BY ROCCO THOMPSON
Ah, the Cannibal film. Was there ever a subgenre more reviled, more hated, more irredeemable? Sure, “Torture Porn” is icky, but is easily salvaged when viewed as a cultural reaction to 9/11. “Rape-Revenge” flicks are crass, but become empowering with just a little mental maneuvering. But the Cannibal genre—synonymous with un-simulated animal cruelty, graphic flesh-eating, and racial politics to make even the most dyed-in-the-wool alt-righter flinch—is the Everest of offensive cinema.
In fact, the fandom surrounding Italian Cannibal films of the 1980s is so clandestine that the average movie buff is unlikely to have seen CANNIBAL HOLOCAUST, let alone even heard of it. Ask non-genre obsessives if they’re familiar with EMANUELLE AND THE LAST CANNIBALS and you’ll be met with a range of expressions—from stunned silence to wide-eyed disbelief—all of which are likely to be followed by an appalled gasp if you’ve admitted to personally enjoying such ethically dubious cinematic delights.
So, why are horror fans so enthralled by…nay enamored with, this infected wart on the underbelly of cinema? If you ask Cannibal horror obsessive Eli Roth (whose love letter to the genre, THE GREEN INFERNO was met with critical disdain in 2013) it’s because these movies feel dangerous in a way others don’t: “I miss a type of film-making where you watch it and think, ‘The people who made this were completely insane.’”
There exists a grand tradition of great directors striking out into the wilderness to capture moments of profound truth through physical and mental exertion. From John Huston’s THE AFRICAN QUEEN to Werner Herzog’s FITZCARRALDO and Francis Ford Coppola’s APOCALYPSE NOW, these artists pit their production teams against great odds with the almost insurmountable challenges of location shooting. From the Sahara Desert to the darkest reaches of South America, these untamed wilds can suffuse filmmaking with something of the cruelty and indifference of mother nature. Though the profundity of naked, human experience holds little weight in the Cannibal genre, those films tap into the same feral spirit.
The second reason to feast upon Cannibal cinema is because of the craftsmanship on display. These films aren’t mere audience-baiting hack jobs, but competently made visual stunners shot by some of the finest journeymen in the Italian film industry. Ruggero Deodato studied under the immortal Roberto Rossellini before crafting the found-footage marvel CANNIBAL HOLOCAUST and Umberto Lenzi (a graduate of Rome’s Centro Sperimentale di Cinematografia, the oldest film school in Western Europe) brought his knowledge of sumptuous widescreen cinematography to MAN FROM DEEP RIVER. Lenzi especially was a lover of old-school American filmmaking (listing Frank Capra, Michael Curtiz, and John Ford among his influences) and an admirer of the Italian neo-realism of De Sica and Visconti.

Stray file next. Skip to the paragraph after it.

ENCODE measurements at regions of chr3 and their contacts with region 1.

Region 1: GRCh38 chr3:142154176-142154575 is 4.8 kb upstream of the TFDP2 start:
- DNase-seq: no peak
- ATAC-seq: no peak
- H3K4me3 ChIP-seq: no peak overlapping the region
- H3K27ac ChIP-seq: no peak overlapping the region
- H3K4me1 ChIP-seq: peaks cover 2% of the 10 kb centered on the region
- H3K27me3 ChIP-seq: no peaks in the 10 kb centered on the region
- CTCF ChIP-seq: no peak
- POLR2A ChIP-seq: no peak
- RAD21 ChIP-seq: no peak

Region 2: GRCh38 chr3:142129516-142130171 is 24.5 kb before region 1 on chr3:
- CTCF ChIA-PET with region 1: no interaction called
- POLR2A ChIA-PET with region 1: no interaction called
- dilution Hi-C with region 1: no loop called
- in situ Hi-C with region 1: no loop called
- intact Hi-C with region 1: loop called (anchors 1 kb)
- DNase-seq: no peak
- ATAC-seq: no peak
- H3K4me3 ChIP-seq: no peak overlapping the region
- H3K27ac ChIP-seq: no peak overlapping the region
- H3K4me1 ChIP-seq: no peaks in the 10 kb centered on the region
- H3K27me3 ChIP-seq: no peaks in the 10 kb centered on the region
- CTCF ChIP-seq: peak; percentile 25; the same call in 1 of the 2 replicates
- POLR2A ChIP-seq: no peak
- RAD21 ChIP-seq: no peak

Newly released from Severin Films, Lenzi’s second cannibal feature, EATEN ALIVE! wholly deserves the appreciation of both fans and neophytes. This 1980 slice of wretch-inducing nastiness is a wildly entertaining tour of perversion that must be seen to be believed.
The plot concerns Sheila (Janet Agren) who goes searching for her sister, Diana (Paola Senatore) who has disappeared into the Sri Lankan wilderness. She enlists the assistance of professional braggart-slash-mercenary Mark (Robert Kerman) and the two set off to discover Diana’s whereabouts. They find her at “Purification Village”, the makeshift community of Jonas (Ivan Rassimov), a maniacal cult leader, and his horde of followers. Diana informs them that she’s not buying what Jonas is selling, but has been playing along as the village provides protection from the bloodthirsty cannibals lurking in the surrounding jungle. Sheila and Mark do their best to assimilate into the community while they plan an exit strategy with the help of a native widow named Mowara (Me Me Lai).
The film’s most obvious inspiration is the Jonestown Massacre, which occurred a mere two years prior in Guyana. Lenzi’s wanted to make something miles away from what he’d done with MAN FROM DEEP RIVER or Deodato’s then recent efforts. Using the salacious, headline-grabbing mass suicide of Reverend Jim Jones’ Peoples Temple as the backdrop for a Cannibal film was a move of both brazen indecency and inspired salesmanship. By barely hiding the story’s influence (“Jonas” and “Jones” are snigger-inducingly close) and juicing up the narrative with flesh-eating tribesman and plenty of tits n’ ass, Lenzi produced a product that audiences clamored to gorge themselves on.
But mere hucksterism this wasn’t, as EATEN ALIVE! is just as crazy and offensive as it sounds. More of an action/adventure film than your typical Mondo-style Cannibal offering, EATEN ALIVE! wastes no time in getting to the good stuff, with opening shots of tourists meeting their untimely ends at the hands of blow dart puffing tribesmen and an arm-wrestling scene in which the opponents’ fleshy forearms inch inexorably towards sharp knives affixed to the table. By the time the famished man-eaters have had their way with the unfortunate leads, the gore-hungry viewer is fully sated.